Fr. John’s Homily – Ascension of Our Lord Jesus Christ
When we read of “the eleven” in Matthew’s Gospel we recognize immediately that things have not gone well. The one that has made “the twelve” one less, now “the eleven” is Judas. His betrayal ushered in Jesus’ Passion, Death, and Resurrection. Judas is that one who found no reason for hope. Recall last Sunday’s words from the First Letter of Peter, “Always be ready to give an explanation to anyone who asks you for the reason for your hope.” Matthew’s gospel warns us, “And if the light in you is darkness, how great will that darkness be.” (Mt 6: 23) In whatever misguided thought or direct evil intent brought about Judas’ act of betrayal, it left him hopeless with a light that was darkness, set on a course of self-destruction.
The eleven share in the fullness of the Father’s love shown in Christ: a love that has reconciled the Apostles’ abandonment and Peter’s denial of Jesus. This love imparts hope as St. Paul writes to the Ephesians, “May the eyes of your hearts be enlightened, that you may know what is the hope that belongs to his call.” Paul writes of the call of God to salvation, to reconciliation, to communion with the love of God: the love that was rejected and denied but which prevailed and presents anew to you and me. It is a love that calls us to worship and will accompany even our doubts, enabling us “to observe all that I have commanded you.” It is a love with us always.
It is the love that met the tears of Mary of Magdala’s grief at Jesus’ death and as she thought the cruel theft of his body. It is the love that waked among the foolishness of the disciples despondent at their inability to recognize the victory of the one who explained the scriptures and presented himself in the breaking of the bread: the victor over sin and death. It is the love that calls forth three times Peter’s renewal of love with the charge: “feed my lambs”, tend my sheep”, and “feed my sheep”. It is a love that is the reason of our hope.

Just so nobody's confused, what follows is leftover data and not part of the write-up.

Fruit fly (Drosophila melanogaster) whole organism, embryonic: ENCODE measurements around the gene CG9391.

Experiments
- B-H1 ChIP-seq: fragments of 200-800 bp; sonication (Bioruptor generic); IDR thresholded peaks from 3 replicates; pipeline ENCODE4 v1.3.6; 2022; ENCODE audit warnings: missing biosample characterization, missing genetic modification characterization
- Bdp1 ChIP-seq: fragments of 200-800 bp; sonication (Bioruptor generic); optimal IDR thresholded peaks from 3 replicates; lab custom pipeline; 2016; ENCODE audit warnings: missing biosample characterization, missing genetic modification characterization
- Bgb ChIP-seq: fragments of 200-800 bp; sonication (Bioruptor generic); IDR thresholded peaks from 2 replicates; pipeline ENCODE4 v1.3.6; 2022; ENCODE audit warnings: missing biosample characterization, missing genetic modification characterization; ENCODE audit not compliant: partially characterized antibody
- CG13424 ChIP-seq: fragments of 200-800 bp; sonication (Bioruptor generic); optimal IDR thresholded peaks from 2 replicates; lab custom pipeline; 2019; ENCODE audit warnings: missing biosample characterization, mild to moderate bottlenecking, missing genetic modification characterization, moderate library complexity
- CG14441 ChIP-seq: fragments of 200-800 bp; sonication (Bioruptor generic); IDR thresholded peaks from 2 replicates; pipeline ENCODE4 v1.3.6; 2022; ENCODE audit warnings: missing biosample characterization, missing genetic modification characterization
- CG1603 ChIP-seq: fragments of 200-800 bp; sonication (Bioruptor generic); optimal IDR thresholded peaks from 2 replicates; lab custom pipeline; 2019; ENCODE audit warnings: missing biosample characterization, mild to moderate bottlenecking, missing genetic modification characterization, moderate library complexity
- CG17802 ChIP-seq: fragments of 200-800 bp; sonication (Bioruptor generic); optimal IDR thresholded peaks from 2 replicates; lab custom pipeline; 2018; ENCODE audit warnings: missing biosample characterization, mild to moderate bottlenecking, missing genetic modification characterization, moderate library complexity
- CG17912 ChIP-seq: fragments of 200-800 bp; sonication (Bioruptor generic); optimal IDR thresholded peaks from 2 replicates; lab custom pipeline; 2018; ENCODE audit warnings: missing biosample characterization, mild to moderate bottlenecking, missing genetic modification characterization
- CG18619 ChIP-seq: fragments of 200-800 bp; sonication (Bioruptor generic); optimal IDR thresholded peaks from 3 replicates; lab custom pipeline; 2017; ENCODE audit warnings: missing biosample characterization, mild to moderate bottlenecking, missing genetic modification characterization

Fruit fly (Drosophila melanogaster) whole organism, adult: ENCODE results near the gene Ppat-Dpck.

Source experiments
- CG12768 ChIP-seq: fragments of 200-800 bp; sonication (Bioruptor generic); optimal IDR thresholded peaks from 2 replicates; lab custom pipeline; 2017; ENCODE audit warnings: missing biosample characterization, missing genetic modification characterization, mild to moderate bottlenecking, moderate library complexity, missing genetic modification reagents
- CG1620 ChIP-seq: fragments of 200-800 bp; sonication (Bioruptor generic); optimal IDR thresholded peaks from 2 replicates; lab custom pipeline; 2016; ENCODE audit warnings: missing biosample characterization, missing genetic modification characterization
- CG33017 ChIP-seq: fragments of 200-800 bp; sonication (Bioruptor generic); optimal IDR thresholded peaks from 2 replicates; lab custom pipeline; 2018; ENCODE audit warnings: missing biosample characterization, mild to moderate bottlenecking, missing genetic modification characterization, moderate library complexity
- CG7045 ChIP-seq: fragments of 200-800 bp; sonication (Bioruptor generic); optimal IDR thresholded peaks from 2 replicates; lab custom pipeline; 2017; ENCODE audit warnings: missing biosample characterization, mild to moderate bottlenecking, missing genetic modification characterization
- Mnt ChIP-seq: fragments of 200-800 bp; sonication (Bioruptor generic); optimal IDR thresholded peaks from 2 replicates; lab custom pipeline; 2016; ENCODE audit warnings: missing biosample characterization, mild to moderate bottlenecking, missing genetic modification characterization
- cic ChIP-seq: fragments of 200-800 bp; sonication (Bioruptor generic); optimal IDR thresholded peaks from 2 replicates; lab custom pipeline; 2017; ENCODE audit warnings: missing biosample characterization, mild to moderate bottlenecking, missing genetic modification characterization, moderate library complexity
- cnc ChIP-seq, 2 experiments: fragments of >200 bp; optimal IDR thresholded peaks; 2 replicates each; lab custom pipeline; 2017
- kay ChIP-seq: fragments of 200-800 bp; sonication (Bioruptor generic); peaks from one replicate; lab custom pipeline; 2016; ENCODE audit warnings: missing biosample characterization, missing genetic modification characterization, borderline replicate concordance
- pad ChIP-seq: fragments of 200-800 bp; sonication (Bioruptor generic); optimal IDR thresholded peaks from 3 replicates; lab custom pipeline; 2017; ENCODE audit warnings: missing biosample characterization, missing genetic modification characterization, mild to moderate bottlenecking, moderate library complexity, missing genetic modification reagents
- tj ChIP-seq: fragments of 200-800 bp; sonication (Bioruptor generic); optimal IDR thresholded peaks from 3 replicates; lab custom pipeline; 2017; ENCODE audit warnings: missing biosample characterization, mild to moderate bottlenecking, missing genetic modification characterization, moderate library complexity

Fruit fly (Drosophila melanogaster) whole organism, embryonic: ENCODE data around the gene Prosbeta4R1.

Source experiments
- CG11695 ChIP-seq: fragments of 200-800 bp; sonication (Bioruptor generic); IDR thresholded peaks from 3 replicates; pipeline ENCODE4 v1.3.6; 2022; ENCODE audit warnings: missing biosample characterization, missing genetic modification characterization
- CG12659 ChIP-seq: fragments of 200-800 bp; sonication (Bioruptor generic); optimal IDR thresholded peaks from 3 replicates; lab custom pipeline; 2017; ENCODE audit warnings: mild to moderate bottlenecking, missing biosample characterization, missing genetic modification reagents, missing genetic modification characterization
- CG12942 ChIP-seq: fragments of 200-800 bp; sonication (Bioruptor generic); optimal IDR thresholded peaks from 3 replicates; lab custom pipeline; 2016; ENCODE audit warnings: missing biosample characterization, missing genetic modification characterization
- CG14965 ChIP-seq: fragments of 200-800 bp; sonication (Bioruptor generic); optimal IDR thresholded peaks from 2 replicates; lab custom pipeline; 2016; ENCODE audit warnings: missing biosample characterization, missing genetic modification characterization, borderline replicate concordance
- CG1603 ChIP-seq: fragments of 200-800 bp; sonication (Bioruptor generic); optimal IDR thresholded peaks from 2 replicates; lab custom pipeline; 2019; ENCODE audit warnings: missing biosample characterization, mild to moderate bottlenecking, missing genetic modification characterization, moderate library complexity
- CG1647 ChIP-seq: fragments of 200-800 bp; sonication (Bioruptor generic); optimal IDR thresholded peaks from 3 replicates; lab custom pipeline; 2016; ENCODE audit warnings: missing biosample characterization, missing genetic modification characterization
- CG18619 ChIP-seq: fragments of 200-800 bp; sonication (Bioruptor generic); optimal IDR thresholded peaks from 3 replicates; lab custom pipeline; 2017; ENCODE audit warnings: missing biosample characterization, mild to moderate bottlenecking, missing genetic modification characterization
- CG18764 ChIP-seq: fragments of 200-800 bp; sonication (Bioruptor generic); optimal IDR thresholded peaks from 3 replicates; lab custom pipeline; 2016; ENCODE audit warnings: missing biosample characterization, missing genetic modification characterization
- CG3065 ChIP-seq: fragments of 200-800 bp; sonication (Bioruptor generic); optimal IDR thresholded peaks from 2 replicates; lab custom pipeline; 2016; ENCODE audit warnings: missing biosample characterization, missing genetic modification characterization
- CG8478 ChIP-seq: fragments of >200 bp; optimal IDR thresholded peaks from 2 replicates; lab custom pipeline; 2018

The doubts that were yet with the disciples perhaps presented in their longing for a restored Kingdom of Israel as noted in Luke’s Acts. Jesus’ Kingdom, the Kingdom of the Father, the Kingdom of God is as Jesus told Pilate one that “does not belong to this world”. (JN 18: 36) Yet it is a kingdom “among you”. (LK 17: 21) It is also in Luke’s last supper narrative, a kingdom conferred upon the eleven. (LK 22: 29)
The “where” of Jesus which we found so much of concern in John’s Gospel now has Jesus as noted in John’s Prologue back to: “In the beginning was the Word and the Word was with God,”. Jesus has gone to the Father in his glorified flesh, through the advocacy of the Spirit, yet remains with you and me always. Jesus, indeed the Father, and the Spirit as well are with us that we might know them and through them come to eternal life.
The Ascension is not our being orphaned; it is but an opening to the Spirit. In the Spirit, we are made sons and daughters of the Father through the Passion, Death, and Resurrection of the First Born of many children of God in the outpouring of the Holy Spirit. At his return may Jesus find us even if doubtful at worship and observing all his commandments and making disciples of all.